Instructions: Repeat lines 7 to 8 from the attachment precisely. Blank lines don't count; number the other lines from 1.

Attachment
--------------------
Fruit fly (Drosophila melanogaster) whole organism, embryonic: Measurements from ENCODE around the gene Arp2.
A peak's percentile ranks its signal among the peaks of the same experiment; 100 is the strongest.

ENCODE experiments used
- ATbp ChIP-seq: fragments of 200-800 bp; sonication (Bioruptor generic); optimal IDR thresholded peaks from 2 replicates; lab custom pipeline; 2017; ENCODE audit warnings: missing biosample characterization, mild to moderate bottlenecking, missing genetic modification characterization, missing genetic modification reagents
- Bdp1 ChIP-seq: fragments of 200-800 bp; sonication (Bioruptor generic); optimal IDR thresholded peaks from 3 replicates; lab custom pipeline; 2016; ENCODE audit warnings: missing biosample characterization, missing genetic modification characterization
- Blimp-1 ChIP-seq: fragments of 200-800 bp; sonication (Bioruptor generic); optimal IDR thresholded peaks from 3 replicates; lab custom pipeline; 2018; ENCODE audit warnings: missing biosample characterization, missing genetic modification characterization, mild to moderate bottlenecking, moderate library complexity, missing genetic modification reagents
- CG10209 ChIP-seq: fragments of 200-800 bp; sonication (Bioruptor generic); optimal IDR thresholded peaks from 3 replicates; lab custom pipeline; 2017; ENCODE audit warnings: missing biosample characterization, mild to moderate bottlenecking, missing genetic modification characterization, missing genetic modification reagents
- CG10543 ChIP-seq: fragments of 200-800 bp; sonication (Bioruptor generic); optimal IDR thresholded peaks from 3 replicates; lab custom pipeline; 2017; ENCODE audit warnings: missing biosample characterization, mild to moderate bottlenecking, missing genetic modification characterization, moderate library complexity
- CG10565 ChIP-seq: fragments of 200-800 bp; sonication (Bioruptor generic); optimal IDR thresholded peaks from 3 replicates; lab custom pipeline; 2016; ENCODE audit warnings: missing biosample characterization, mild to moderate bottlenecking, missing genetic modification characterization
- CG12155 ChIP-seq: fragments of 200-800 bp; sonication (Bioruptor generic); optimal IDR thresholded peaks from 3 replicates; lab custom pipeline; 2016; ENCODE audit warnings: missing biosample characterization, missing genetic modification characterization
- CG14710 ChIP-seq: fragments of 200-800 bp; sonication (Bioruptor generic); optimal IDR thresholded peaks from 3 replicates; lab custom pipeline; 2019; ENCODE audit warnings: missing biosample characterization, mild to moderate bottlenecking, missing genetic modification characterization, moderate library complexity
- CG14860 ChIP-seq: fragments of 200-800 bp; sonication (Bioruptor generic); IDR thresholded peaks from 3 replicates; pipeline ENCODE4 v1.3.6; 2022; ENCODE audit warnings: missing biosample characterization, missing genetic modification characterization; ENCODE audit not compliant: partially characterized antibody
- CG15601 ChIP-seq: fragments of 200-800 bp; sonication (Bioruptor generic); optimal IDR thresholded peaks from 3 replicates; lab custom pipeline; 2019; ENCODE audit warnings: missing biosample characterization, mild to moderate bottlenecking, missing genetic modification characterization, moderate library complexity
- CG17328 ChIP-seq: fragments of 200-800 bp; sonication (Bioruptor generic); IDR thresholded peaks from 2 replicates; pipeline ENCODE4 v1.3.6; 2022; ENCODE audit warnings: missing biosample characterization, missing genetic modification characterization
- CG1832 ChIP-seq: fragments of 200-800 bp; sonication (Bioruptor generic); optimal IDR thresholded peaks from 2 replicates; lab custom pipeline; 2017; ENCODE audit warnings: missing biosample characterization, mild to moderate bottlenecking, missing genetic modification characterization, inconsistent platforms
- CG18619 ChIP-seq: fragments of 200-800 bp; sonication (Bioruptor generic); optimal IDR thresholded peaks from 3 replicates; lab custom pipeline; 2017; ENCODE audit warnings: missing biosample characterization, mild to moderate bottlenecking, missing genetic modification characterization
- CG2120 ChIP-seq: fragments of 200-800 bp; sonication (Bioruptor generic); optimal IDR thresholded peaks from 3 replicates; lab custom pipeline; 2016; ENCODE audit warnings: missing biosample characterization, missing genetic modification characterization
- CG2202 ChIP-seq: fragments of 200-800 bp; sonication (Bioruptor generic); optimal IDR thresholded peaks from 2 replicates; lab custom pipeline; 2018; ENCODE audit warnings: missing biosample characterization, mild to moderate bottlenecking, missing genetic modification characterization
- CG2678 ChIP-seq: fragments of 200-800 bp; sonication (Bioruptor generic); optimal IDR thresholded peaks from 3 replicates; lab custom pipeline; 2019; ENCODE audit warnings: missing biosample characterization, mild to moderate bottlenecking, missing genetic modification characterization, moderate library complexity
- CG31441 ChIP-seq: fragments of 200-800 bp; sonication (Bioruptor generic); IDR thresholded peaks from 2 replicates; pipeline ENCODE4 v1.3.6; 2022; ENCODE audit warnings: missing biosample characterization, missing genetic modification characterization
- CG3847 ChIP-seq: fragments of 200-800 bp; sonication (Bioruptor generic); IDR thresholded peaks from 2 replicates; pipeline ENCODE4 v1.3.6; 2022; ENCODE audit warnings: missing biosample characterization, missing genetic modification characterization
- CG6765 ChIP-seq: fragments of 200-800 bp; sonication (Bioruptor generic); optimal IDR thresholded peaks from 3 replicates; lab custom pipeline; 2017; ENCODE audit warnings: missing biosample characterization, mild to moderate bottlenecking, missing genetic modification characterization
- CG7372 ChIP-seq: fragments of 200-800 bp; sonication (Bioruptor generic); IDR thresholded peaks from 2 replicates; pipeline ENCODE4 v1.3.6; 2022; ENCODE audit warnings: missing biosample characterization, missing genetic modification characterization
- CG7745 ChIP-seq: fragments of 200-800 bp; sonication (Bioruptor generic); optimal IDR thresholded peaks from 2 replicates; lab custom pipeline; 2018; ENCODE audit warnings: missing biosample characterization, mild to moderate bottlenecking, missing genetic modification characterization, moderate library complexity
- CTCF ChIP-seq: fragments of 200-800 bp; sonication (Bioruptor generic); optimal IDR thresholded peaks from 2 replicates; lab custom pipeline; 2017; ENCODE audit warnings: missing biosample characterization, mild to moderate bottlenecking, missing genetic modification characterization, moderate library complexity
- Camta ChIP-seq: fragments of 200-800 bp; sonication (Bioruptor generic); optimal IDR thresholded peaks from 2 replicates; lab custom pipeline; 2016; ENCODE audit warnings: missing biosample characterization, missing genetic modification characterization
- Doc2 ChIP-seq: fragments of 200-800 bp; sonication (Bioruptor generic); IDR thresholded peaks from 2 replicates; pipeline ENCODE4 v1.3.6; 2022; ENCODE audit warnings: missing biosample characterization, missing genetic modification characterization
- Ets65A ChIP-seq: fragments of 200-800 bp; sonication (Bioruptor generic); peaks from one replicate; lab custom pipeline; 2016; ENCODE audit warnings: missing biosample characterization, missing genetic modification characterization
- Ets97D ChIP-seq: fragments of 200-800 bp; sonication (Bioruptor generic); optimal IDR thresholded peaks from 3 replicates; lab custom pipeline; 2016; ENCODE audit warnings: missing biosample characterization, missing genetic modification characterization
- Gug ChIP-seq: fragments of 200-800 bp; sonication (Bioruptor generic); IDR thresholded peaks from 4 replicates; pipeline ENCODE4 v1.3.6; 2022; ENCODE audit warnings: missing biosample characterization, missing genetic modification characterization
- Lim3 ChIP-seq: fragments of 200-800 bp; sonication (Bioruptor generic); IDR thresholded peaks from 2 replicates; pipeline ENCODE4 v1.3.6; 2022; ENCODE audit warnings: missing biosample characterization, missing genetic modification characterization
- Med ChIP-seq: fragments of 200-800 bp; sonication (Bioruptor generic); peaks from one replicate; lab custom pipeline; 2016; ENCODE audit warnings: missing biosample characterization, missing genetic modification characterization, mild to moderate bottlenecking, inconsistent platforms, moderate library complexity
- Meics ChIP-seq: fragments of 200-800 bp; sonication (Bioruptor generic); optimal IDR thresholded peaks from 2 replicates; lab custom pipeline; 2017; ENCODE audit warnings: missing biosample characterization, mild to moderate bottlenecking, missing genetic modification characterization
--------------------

- CG10209 ChIP-seq: fragments of 200-800 bp; sonication (Bioruptor generic); optimal IDR thresholded peaks from 3 replicates; lab custom pipeline; 2017; ENCODE audit warnings: missing biosample characterization, mild to moderate bottlenecking, missing genetic modification characterization, missing genetic modification reagents
- CG10543 ChIP-seq: fragments of 200-800 bp; sonication (Bioruptor generic); optimal IDR thresholded peaks from 3 replicates; lab custom pipeline; 2017; ENCODE audit warnings: missing biosample characterization, mild to moderate bottlenecking, missing genetic modification characterization, moderate library complexity